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Chapter 5. Working with Images > Page Loading Properties

Page Loading Properties

Not everyone who surfs the Web does so with image capabilities. Some users who have graphical browsers turn off image auto-loading, whereas others browse with a text-only browser. Visually impaired users may use text-to-speech browsers that read the page to them; and finally, mobile users may access the Web on a tiny, text-only screen, or by having their phone service read the page aloud. The only way these users will know the content of your images is if you provide a text alternative, often called an Alt tag (even though it's just an attribute of the img tag).

To add Alt text to an image tag

Select the image for which you want to provide an Alt text description.

In the Property inspector, type a description in the Alt text box (Figure 5.33).

Figure 5.33. Type the alternate text description in the Alt text box.

Press Enter (Return).

Users who view your page without image-viewing capability will be able to read the text description to find out whether they want to view or download the image (Figure 5.34).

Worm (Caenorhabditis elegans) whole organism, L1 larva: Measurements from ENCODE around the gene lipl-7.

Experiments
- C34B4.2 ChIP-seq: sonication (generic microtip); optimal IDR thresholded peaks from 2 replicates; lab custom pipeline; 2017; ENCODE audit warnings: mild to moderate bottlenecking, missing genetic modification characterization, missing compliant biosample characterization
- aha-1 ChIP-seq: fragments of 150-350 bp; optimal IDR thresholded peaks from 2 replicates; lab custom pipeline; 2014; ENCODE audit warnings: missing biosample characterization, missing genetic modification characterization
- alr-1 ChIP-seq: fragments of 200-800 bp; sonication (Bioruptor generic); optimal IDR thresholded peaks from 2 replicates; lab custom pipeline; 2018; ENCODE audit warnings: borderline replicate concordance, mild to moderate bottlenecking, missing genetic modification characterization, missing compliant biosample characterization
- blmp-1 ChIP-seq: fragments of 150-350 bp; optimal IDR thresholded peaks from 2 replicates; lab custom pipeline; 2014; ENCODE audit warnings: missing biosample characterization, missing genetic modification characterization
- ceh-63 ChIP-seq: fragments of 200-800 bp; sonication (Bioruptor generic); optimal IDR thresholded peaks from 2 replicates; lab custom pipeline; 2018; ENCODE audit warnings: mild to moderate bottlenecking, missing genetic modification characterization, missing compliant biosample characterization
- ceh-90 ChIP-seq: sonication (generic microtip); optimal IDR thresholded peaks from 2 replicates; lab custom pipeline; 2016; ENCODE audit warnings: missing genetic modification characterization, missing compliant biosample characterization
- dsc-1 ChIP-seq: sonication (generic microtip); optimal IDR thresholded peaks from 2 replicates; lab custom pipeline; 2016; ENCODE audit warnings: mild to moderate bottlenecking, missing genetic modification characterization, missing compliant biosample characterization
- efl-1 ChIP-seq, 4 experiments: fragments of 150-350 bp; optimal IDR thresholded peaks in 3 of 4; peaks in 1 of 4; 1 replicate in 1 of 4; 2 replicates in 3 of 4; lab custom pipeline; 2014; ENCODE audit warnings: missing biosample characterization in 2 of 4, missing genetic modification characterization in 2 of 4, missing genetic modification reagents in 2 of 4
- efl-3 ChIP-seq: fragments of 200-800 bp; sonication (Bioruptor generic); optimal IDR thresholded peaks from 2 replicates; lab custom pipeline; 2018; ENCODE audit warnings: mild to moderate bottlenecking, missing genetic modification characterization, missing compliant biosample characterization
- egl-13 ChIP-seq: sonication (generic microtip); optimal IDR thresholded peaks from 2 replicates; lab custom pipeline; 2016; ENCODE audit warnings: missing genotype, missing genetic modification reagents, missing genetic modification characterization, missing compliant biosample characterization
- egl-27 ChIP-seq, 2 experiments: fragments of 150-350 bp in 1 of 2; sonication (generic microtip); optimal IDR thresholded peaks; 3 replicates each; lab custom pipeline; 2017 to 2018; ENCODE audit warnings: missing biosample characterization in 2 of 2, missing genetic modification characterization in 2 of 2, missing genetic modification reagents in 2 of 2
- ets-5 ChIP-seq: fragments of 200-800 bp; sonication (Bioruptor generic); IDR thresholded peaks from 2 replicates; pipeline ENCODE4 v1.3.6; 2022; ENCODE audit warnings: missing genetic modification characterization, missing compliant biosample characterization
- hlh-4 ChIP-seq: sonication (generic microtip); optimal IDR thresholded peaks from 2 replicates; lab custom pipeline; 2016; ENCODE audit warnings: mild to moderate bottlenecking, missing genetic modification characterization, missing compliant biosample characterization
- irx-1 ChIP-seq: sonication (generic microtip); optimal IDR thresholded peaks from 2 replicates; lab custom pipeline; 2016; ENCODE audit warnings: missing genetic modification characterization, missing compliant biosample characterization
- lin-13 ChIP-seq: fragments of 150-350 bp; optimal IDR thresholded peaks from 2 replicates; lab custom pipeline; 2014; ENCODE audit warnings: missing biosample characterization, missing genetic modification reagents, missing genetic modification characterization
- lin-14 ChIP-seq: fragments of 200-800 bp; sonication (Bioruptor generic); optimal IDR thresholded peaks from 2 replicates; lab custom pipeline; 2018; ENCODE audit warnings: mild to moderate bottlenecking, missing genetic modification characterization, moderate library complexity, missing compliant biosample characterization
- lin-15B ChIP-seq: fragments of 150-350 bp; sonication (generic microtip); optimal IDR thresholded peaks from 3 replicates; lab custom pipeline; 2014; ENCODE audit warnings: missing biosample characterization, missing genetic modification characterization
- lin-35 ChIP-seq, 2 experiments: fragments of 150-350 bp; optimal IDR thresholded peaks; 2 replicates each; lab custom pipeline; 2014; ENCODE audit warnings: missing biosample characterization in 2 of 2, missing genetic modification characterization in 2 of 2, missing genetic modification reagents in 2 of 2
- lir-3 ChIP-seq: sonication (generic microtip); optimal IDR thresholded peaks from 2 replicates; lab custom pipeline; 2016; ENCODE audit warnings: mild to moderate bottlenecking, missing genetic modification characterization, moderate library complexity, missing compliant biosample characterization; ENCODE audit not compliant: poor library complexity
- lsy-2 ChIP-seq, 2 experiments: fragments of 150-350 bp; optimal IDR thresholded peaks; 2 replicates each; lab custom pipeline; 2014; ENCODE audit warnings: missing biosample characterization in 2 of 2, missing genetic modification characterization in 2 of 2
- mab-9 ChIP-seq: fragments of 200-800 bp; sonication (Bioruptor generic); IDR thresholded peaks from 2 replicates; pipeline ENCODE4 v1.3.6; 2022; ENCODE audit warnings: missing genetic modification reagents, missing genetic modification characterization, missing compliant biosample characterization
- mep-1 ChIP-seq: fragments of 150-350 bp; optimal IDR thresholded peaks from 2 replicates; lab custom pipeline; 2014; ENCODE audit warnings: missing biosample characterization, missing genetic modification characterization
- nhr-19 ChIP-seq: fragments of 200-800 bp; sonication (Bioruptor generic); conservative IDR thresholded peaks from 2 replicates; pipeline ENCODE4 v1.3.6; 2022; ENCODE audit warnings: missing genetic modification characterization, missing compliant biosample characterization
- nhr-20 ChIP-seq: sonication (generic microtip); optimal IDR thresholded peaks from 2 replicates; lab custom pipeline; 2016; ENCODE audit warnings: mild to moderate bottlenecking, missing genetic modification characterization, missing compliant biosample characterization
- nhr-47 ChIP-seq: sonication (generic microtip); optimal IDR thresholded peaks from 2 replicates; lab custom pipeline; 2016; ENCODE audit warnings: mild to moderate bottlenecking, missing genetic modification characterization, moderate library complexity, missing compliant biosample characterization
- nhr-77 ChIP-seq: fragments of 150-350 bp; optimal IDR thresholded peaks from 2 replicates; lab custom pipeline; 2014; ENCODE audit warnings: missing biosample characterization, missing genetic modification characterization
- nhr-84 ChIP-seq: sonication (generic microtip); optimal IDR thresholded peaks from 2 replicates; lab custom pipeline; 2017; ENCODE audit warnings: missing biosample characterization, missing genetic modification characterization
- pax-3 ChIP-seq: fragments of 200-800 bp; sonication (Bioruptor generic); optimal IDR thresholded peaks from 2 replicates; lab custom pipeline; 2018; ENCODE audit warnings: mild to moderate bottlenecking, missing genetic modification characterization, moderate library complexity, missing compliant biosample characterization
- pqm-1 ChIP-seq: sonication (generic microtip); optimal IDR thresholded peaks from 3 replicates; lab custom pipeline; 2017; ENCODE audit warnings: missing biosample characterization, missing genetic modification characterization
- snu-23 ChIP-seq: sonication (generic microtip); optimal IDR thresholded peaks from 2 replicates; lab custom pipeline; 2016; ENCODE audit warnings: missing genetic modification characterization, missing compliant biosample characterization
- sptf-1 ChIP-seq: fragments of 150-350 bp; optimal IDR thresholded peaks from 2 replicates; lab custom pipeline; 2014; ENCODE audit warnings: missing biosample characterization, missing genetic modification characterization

Figure 5.34. In the browser window at the left, IE has auto-image loading turned off, or the image hasn't loaded properly. Instead of seeing only the broken image icon, the user is presented with the text description, and can decide whether to load the image. At the right are two windows from Lynx, the most popular text-only browser. The upper window shows the page without any Alt text—all you see is [INLINE] to indicate an image. The other Lynx window displays the Alt text.



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